The CSRC process will turn several large industries in China into IPO dead zones, with few if any companies being allowed to go public. The suspect industries will include retail chains, restaurants and catering, logistics, agricultural products and food processing. Any company that uses franchisees to sell or distribute its products will also find it difficult, if not impossible, to IPO in China. In all these cases, transactions are done using cash or informal credit, without proper receipts. That fact alone will be enough to disqualify a company from going public in China.
Pity the many PE firms that earlier invested in companies like this and have yet to exit. They may as well write down to zero the value of these investments.
Which companies will be able to IPO when the markets re-open? First preference will be for SOEs, or businesses that are part-owned by or do most of their business with SOEs. This isn’t really because of some broader policy preference to favor the state sector over private enterprise. It’s simply because SOEs, unlike private companies, are audited annually, and are long accustomed to paper-trailing everything they do. In the CSRC’s new “belt and suspenders” world, it’s mainly only SOEs that look adequately buckled up.
Among private companies, likely favorites will include high-technology companies (software, computer services, biotech), since they tend to have fewer customers (and so are easier to audit) and higher margins than businesses in more traditional industries. High margins matter not only, or even mainly, because they demonstrate competitive advantage. Instead, high margins create more of a profit cushion in case something goes wrong at a business, or some accounting issue is later uncovered.
The CSRC previously played a big part in fixing the IPO share price for each company going public. My guess is, the CSRC is going to pull back and let market forces do most of the work. This isn’t because there’s a new-found faith in the invisible hand. Simply, the problem is the CSRC’s workload is already too burdensome. Another old CSRC policy likely to be scrapped: tight control on the timing of all IPOs, so that on average, one company was allowed to IPO each working day. The IPO backlog is just too long.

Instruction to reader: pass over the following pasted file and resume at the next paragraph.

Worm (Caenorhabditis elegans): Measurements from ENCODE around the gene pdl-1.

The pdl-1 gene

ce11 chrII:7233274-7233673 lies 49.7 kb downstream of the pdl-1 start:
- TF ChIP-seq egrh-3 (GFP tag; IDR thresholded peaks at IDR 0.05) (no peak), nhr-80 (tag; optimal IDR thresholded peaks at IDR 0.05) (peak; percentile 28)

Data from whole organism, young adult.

The spigot likely will be opened a bit. If so, IPO valuations will likely continue to fall. From a peak in 2009, valuations on a p/e basis had already more than halved to around 35 when the CSRC shut down all IPOs.Â IPO valuations in China will stay higher than, for example, those in Hong Kong. But, the gap will likely go on narrowing.
What else can we expect to see once IPOs resume? Less securitized local government borrowing. Over the last 16 months, with lucrative IPO underwriting in hibernation,Â China’s investment banks, brokerage houses and securities lawyers all kept busy by helping local government issue bonds. It’s a low margin business, and one not universally approved-of by China’s central government.
How about things that will not change from the way things were until 16 months ago? The CSRC will continue to forbid companies, and their brokers, from doing pre-IPO publicity or otherwise trying to hype the shares before they trade. If first day prices go up or down by what CSRC determines is “too much”, say by over 15%, expect the CSRC to signal its displeasure by punishing the brokerage houses managing the deals. Â The CSRC is the lord and master of China’s IPO markets, but a nervous one, stricken by self-doubt.
China needs IPOs because its companies need low-cost sources of growth capital. When IPOs stopped, so too did most private equity investment in China. It’s clear to me this collapse in equity funding has had a negative impact on overall GDP, and Chinese policy-makers’ plans to rebalance its economy away from the state-owned sector. It’s a credit to China’s overall economic dynamism, and the resourcefulness of its entrepreneurs, Â that economic growth has held up so well this past 18 months.
IPOs in China are a creature of China’s administrative state. Companies, investors, bankers, are all mainly just bystanders. Right now, the heaviest chop to lift in China’s bureaucracy may be the one to stamp the resumption of IPOs. So, when exactly will IPOs resume? Sometime around Thanksgiving (November 24, 2013) would be my guess.